The Millionairess

George Bernard Shaw

The 1972 small screen version of the life of the flouncing, fur-clad Epifania Ognisanti di Parerga Fitzfassenden is a true delight.

This is primarily thanks to Maggie Smith, who gives an unforgettable performance in a title part previously played by Edith Evans, Katharine Hepburn, Penelope Keith and, on film, Sophia Loren.

The Millionairess was one of Shaw's final plays, written when he was 79, but still contains sparkling comedy that is almost in Noël Coward mode. This is particularly the case when the hideously self-possessed heroine finally almost meets her match in a penniless Indian doctor, the part made famous on film by Peter Sellers and here rendered very effectively by future Dr Who, Tom Baker.

It is not just this pairing that makes the play so witty. From the very opening scene when Peter Barkworth, playing the driest of solicitors, talks his distressed but very rich new client out of suicide, a perfect tone is established.

Most of the heroine's problems are caused by her father fixation but the issue is hardly helped by a rather dim husband (James Villiers) and opinionated would-be lover (Charles Gray). In both cases, she makes her views known forcibly, almost killing the not-lover as she demonstrates judo skills at the top of a staircase.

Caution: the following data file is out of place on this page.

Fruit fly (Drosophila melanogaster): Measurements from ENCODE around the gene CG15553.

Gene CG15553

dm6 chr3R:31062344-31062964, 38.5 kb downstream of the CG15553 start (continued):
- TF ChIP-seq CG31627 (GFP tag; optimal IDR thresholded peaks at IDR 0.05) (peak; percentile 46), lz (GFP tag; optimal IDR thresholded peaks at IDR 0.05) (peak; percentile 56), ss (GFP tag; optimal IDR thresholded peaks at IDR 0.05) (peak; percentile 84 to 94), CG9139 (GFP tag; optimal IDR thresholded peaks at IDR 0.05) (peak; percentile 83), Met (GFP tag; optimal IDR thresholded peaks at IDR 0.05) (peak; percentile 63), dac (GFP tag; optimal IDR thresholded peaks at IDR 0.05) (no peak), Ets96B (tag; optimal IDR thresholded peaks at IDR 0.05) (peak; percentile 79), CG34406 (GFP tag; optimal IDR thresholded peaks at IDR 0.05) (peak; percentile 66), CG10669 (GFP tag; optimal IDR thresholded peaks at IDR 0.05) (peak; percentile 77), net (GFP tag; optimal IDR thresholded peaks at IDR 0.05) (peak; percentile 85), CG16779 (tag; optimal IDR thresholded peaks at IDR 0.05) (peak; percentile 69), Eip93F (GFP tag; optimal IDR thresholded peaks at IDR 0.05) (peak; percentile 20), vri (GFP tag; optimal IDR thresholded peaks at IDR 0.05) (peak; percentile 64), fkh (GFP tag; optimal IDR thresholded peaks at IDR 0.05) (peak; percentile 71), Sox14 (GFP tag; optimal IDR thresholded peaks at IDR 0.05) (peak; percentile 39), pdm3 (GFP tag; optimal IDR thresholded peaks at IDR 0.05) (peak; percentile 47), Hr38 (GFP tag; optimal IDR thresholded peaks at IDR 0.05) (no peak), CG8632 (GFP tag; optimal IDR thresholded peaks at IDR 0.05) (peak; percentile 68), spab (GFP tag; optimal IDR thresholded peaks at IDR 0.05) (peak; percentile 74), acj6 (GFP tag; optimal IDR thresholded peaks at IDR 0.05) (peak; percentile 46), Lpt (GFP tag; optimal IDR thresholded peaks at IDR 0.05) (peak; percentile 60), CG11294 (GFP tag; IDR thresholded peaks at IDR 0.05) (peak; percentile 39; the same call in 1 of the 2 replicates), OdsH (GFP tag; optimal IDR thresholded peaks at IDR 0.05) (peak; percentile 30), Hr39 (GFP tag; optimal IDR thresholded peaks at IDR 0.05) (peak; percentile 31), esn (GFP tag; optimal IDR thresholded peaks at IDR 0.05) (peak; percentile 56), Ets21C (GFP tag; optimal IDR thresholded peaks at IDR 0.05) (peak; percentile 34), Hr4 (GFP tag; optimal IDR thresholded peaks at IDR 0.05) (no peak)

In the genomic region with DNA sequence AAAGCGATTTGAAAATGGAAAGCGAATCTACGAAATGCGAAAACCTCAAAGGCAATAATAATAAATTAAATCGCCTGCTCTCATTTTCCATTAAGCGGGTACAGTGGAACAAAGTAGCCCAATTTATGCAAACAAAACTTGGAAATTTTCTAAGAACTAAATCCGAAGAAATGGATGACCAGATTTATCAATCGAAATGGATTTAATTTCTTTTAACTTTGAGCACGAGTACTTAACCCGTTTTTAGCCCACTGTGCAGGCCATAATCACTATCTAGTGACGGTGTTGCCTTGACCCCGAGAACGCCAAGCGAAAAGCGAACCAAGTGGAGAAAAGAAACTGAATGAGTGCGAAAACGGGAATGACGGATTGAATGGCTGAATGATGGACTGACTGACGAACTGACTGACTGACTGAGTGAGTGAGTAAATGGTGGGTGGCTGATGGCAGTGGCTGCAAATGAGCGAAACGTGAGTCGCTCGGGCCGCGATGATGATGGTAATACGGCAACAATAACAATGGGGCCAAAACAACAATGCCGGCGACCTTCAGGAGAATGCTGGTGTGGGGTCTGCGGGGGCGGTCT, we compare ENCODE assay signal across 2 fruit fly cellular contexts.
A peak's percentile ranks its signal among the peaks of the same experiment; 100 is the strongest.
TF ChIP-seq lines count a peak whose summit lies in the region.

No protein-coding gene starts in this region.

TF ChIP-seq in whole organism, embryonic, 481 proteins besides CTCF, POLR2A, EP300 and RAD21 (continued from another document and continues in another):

The pleasure of The Millionairess lies in Maggie Smith's superb acting as the arch heroine who is used to getting her way and running over those who get in her way. One would have expected no less from a fine actress in her prime (her Jean Brodie, who might have been Epi's Scottish cousin, was released four years before).

Both actress and character are absolutely irresistible, as demonstrated in manic sequences as she turns her hand to jobs in a sweat shop and as a scullery maid.

In both cases, the lady get her hands dirty for less than five minutes before discovering a vocation for management rather than ordinary drudgery.

This DVD is strongly recommended and should make you, like the reviewer, laugh out loud on several occasions during its 100 minutes.

Reviewer: Philip Fisher

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